By Sean Robinson | The News Tribune
Legal bills tied to Pierce County Assessor-Treasurer Dale Washam tripled Tuesday. County leaders settled a trio of claims for damages filed by current and former Washam employees. The collective payout: $850,000. The employees had originally sought a collective $3.5 million.
The settlements announced Tuesday involved the following employees and amounts:
- Sally Barnes, former administrative officer: $400,000. Barnes resigned her position in 2010.
- Jim Hall, former chief commercial appraiser: $300,000. Hall continues to work at the office in the appraisal division.
- Cindy O’Neill, former project manager: $150,000. O’Neill was laid off in 2010.
Two earlier Washam-related claims, previously settled, cost the county $279,000. The tally for all five settlements: $1.13 million. That number doesn’t include an additional $535,000 in associated legal costs (chiefly attorney fees) tied to Washam’s office.
Washam did not respond to The News Tribune’s requests for comment. He has feuded with county leaders and his employees since he took office in 2009. He did not agree with the settlements, and wanted to fight the claims in court, sources said.
County leaders believe the costs of such a court battle would have been far greater. They were also afraid of losing.
The evidence against Washam would have included multiple county and federal investigations that found he retaliated against employees who complained about his actions. Washam accused employees of criminal acts, exposed confidential complaints, resisted county investigations and vowed to get rid of an employee (Barnes) “the dirty way,” according to public records.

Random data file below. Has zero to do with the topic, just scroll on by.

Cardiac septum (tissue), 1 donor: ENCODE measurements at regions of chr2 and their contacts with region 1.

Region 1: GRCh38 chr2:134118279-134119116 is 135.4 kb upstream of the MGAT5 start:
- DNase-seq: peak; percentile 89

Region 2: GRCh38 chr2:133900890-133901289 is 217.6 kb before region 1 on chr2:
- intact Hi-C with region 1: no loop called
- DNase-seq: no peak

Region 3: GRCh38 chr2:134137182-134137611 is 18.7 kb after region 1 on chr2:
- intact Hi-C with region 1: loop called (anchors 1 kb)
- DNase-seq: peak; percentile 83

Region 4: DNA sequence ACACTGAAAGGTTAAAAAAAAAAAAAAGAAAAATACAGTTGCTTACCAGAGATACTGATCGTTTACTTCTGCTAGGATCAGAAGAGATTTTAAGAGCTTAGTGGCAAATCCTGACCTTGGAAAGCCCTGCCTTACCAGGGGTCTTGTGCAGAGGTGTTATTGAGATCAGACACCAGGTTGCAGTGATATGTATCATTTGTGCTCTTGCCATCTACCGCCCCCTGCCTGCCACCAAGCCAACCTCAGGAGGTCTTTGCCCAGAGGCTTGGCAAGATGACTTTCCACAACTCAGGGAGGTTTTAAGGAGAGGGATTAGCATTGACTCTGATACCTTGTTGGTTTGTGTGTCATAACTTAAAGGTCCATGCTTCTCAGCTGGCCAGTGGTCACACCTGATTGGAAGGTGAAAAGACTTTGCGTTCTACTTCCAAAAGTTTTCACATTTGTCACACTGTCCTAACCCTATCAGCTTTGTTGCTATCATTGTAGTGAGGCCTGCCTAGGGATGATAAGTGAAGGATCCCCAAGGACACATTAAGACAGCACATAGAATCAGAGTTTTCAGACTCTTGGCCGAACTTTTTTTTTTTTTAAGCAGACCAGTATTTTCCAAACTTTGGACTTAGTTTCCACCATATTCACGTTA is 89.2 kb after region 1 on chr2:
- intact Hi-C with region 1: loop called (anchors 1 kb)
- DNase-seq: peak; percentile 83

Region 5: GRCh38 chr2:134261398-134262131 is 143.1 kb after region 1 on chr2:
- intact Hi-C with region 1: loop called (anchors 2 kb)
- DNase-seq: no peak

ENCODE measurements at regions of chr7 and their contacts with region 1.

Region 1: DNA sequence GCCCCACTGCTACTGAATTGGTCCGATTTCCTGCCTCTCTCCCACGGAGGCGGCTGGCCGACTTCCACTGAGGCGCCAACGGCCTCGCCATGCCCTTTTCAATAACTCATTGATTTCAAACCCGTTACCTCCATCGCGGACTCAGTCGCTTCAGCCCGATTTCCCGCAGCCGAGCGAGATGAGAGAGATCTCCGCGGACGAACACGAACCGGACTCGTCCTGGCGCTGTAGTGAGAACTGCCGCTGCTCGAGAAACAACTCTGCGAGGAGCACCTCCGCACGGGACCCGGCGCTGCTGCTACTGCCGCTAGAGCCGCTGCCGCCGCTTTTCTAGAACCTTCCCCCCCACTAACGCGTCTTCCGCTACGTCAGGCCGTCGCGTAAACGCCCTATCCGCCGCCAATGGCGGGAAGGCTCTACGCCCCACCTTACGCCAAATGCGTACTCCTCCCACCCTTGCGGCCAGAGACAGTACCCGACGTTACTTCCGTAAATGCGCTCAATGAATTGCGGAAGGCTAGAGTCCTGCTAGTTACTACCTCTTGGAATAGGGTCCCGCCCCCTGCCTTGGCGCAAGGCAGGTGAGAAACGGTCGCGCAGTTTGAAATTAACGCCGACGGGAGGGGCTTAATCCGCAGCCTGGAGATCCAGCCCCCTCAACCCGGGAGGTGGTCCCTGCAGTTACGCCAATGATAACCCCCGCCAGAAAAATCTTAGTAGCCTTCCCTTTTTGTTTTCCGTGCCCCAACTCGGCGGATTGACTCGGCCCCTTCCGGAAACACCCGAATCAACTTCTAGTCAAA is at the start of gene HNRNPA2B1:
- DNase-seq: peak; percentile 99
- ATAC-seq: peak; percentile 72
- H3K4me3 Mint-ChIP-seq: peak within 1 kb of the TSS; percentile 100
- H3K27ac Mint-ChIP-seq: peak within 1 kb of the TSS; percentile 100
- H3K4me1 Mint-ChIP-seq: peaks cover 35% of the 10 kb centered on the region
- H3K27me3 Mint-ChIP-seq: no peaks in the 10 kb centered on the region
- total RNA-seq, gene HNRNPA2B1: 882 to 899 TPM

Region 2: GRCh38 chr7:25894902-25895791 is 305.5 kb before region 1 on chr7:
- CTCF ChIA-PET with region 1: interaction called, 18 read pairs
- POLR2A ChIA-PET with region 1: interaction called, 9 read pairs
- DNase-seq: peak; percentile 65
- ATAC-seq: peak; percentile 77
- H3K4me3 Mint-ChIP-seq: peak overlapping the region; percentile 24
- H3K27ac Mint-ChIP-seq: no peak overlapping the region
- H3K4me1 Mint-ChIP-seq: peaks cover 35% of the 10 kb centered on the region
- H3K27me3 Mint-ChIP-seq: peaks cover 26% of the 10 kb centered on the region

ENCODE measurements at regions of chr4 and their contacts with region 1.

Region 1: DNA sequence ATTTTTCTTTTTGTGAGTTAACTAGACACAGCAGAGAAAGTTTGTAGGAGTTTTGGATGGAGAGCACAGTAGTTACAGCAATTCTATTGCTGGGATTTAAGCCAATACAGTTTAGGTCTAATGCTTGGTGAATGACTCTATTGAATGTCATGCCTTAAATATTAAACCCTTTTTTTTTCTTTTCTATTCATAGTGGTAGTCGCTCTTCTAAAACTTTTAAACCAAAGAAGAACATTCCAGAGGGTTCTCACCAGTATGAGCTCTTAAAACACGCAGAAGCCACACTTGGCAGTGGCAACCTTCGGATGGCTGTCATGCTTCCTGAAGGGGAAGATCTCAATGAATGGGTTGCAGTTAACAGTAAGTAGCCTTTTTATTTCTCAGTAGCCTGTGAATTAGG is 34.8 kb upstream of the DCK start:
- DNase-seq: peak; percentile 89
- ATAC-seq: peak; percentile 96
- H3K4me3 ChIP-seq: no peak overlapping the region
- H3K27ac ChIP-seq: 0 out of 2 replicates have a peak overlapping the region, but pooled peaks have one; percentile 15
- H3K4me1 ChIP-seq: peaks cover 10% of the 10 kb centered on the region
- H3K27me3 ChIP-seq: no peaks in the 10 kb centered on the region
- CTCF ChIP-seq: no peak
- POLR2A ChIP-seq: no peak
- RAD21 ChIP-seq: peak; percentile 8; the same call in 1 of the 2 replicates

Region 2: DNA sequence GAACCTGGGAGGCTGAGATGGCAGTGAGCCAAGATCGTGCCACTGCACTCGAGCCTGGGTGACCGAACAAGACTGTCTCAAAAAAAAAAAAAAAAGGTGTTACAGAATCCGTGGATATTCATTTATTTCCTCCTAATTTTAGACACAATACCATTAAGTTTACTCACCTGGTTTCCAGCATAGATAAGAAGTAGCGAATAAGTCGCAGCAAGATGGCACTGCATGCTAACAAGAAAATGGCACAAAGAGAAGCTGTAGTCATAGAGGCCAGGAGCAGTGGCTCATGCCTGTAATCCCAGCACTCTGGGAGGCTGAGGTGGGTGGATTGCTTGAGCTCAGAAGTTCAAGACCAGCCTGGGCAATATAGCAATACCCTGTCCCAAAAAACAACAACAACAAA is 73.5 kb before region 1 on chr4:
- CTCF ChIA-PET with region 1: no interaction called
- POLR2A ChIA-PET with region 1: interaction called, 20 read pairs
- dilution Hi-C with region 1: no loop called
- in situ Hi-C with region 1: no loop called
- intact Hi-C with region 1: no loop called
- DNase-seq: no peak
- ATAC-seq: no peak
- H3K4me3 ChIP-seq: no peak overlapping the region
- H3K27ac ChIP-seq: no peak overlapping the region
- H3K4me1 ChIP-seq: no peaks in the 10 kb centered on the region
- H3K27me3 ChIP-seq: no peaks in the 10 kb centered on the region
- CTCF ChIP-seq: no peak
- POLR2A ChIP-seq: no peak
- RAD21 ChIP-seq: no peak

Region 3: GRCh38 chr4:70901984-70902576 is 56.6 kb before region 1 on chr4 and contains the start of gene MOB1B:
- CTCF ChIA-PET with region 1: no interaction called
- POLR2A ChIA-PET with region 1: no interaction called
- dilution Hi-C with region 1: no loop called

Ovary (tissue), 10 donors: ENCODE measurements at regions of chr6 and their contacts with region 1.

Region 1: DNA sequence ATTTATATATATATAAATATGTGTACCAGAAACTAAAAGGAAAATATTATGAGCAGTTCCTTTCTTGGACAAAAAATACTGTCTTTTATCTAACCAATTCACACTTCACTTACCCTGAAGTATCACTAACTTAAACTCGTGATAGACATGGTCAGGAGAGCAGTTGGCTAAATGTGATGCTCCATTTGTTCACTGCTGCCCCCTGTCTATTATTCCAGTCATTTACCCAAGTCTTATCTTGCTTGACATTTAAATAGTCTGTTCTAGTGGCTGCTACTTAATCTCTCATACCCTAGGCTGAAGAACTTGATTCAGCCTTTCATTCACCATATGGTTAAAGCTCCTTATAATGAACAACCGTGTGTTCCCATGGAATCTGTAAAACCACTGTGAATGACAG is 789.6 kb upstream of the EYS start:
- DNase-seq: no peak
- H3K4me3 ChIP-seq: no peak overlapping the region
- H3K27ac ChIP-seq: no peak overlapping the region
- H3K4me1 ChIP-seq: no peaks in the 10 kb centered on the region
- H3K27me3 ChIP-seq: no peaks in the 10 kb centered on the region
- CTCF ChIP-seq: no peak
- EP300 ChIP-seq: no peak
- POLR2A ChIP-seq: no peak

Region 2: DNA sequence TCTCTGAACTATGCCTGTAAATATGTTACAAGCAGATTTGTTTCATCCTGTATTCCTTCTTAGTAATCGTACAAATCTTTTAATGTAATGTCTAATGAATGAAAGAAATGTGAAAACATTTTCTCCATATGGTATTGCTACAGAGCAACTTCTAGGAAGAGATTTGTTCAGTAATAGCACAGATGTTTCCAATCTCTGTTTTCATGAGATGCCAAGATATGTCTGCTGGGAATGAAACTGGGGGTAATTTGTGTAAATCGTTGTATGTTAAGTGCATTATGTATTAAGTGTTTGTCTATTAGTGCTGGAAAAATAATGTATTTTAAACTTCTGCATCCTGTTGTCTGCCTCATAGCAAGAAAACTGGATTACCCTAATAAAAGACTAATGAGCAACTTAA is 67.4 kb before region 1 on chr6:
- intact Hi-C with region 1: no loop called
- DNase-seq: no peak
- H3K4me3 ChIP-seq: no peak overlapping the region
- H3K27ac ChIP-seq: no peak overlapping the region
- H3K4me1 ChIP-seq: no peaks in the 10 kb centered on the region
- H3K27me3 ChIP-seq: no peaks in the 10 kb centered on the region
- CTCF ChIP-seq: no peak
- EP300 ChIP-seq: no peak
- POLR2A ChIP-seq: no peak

Those legal hurdles were too high, county leaders decided.
“We did a thorough legal analysis and came to the conclusion that because of the actions of the assessor-treasurer, we had legal exposure,” said Mike Patterson, the outside attorney who represented the county in negotiations.
A statement from County Executive Pat McCarthy underlined the county’s concerns.
“Mr. Patterson’s firm evaluated potential legal exposure to the county and came to the conclusion that to carry this forward would result in substantial legal fees, not only for the defense of the action but for plaintiff’s fees as well,” McCarthy stated. “And we would still likely end up where we are today.”
The settlements ease the pressure of a continuing probe by the U.S. Department of Justice into Washam’s conduct. That inquiry is still active, but it won’t cost the county any more money, leaders said.
Patterson said he advised county leaders that fighting the claims in court was riskier than settling.
“I told them if you let this go to litigation that the legal fees alone are going to far exceed the values of the cases,” he said.
Jack Connelly, attorney for the three employees, said the settlements made sense for his clients (and for him – his office received one-third of the total payout.) He said the prospect of cross-examining Washam in open court was tempting, but that would have been a longer road.
“It’s something I’d like to do,” he said. “Had it been tried, it would have been a very powerful case. But I think also it gets down the road a year and a half. There’s a couple people that are still working in that office, and their entire goal is to do their job and to be able to do it well and serve the people of Pierce County.”
The negotiation process took months. It included reviews of thousands of documents, and interviews with more than 60 people, including the employees, Washam and his chief deputy, Albert Ugas. Patterson also consulted legal experts in employment law.
He spent extra time interviewing Washam, he said. He wanted to make sure the assessor had a full opportunity to explain himself.
“I allowed him as much time as he needed to tell me his complete story,” Patterson said. “I invited him to give me numerous documents. I spent a full entire day talking with him, and other days talking with him as follow-up. He has had every opportunity to tell his side of the story. I understand his side of the story.”